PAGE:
ImprimisRX Drug Compounding Nightmare!

samantha severyn

Who is ImprimisRx?

Imprimis Pharmaceuticals is a compounding pharmaceutical company that “delivers high-quality and innovative” medicines to physicians and patients at fractions of the cost of the original drug. They offer compounded formulas for areas in ophthalmology, urology, and dermatology.

What is Compounding?

In general, compounding is a practice in which a licensed pharmacist, a licensed physician, or, in the case of an outsourcing facility, a person under the supervision of a licensed pharmacist, combines, mixes, or alters ingredients of a drug to create a medication tailored to the needs of an individual patient. Compounded medications aren’t commercially available. This means that the drug is not currently being made by a pharmaceutical company and therefore doesn’t have a trade or brand name like the typical prescription you would fill at your local pharmacy.

Compounded drugs are not FDA-approved. This means that FDA does not verify the safety, or effectiveness of compounded drugs. Compounded drugs also lack an FDA finding of manufacturing quality before such drugs are marketed. There can be health risks associated with compounded drugs that do not meet federal quality standards.  Compounded drugs made using poor quality practices may be sub- or super‑potent, contaminated, or otherwise adulterated.

Typically, Drug manufacturers bear the costs of extensive clinical testing before their products go to market, as well as the cost of maintaining quality standards (called 'Good Manufacturing Practices') in the factories where they produce drugs. Compounding firms are not subject to trial costs, and traditional compounders are not subject to GMP. Read more about the risks here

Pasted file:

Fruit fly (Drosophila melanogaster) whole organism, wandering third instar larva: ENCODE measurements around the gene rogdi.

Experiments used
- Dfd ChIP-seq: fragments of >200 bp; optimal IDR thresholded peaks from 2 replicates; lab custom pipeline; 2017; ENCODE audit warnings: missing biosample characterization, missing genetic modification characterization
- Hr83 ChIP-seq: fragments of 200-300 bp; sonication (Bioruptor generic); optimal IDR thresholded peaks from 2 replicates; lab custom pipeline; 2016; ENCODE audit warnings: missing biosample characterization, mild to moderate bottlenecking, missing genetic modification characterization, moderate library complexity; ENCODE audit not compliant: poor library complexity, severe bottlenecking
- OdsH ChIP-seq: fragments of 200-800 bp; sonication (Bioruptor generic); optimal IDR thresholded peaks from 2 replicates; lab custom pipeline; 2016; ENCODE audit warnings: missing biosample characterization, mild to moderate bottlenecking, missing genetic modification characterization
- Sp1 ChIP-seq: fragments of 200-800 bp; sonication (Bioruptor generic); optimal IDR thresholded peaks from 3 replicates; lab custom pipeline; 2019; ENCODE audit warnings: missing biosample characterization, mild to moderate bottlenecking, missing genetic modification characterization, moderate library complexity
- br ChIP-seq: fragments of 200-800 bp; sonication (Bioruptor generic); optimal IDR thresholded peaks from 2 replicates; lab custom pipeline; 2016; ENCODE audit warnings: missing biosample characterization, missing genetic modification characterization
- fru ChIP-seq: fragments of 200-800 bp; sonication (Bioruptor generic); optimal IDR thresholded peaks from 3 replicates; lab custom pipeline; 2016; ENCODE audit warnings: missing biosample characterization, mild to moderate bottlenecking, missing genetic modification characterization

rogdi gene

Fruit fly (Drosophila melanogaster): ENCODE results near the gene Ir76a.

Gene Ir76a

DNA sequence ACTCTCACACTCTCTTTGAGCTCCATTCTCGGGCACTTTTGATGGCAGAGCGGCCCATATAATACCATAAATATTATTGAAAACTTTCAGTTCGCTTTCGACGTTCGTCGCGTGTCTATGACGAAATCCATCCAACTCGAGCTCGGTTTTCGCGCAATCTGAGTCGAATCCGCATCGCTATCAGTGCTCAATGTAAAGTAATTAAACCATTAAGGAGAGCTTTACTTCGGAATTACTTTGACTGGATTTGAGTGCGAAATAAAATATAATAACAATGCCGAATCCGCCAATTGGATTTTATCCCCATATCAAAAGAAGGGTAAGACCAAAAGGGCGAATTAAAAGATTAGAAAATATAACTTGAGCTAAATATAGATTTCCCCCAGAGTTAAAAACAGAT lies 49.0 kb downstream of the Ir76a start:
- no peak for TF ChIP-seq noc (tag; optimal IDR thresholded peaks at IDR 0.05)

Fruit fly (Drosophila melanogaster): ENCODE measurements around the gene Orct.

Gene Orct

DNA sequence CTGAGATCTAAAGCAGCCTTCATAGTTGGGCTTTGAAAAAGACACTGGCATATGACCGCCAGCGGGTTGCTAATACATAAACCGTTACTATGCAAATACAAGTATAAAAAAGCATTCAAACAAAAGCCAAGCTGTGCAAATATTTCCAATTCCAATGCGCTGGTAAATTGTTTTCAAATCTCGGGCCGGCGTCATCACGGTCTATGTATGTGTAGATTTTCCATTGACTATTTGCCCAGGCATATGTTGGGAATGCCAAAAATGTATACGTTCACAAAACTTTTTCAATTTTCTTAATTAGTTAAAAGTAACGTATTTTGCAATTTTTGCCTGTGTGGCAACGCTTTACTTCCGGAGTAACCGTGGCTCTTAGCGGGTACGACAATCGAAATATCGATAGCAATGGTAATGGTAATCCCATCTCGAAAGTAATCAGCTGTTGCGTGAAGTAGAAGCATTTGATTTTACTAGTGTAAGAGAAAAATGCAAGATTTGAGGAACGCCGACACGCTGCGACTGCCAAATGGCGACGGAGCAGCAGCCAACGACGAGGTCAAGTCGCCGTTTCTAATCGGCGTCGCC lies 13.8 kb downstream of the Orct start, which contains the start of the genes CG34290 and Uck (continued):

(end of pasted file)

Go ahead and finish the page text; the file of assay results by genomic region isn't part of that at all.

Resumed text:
What happened? 

Recent deaths associated with ImprimisRx's compounded drugs has drawn the FDA’s attention to Investigate.

Two patients were injected with a lethal dose of ungraded industrial castor oil mixed with curcumin, a component of turmeric and immediately experience negative effects.

On March 10, 2017, the U.S. Food and drug Administration received an adverse reaction reports in regard to a 30-year-old female patient who experienced cardiac arrest after IV administration of a curcumin emulsion product compounded by ImprimisRx. As reported, within minutes of receiving the IV the patient became pulseless and required CPR. The patient experienced anoxic brain injury and died.

Again, on May 1, 2017, the FDA received an adverse event report in regard to a 71-year-old male patient who immediately experienced coughing and a rash upon the IV administration of ImprimisRx’s compounded curcumin emulsion product. His symptoms quickly escalated to shortness of breath, itching, and hypotension. He was sent to a nearby Emergency room and treated there.

According to reports, when the FDA collected and analyzed samples of the IV Bag administered to both the female and male patients and the ImprimisRx emulsion vials used to prepare the bag they found alarming discoveries. The FDA found that the PEG 40 Castor oil used by ImprimisRx was ungraded, not suitable for human consumption or therapeutic use. What is was suitable for was general industrial purposes such as break fluid or antifreeze. They also found a manufacturing impurity of PEG called diethylene glycol, or DEG. DEG is known to be a central system depressant, as well as a potent toxin for the kidney and liver, that is fatal upon ingestion.

On June 23, 2017, ImprimisRx recalled all unexpired products containing the ungraded PEG 40 castor oil.


The FDA encourages health care professionals to report adverse events associated with the use of compounded drug products, here

If you or a loved one were harmed by compounded drugs, please contact us immediately at Info@myPirl.com!

We are here to help!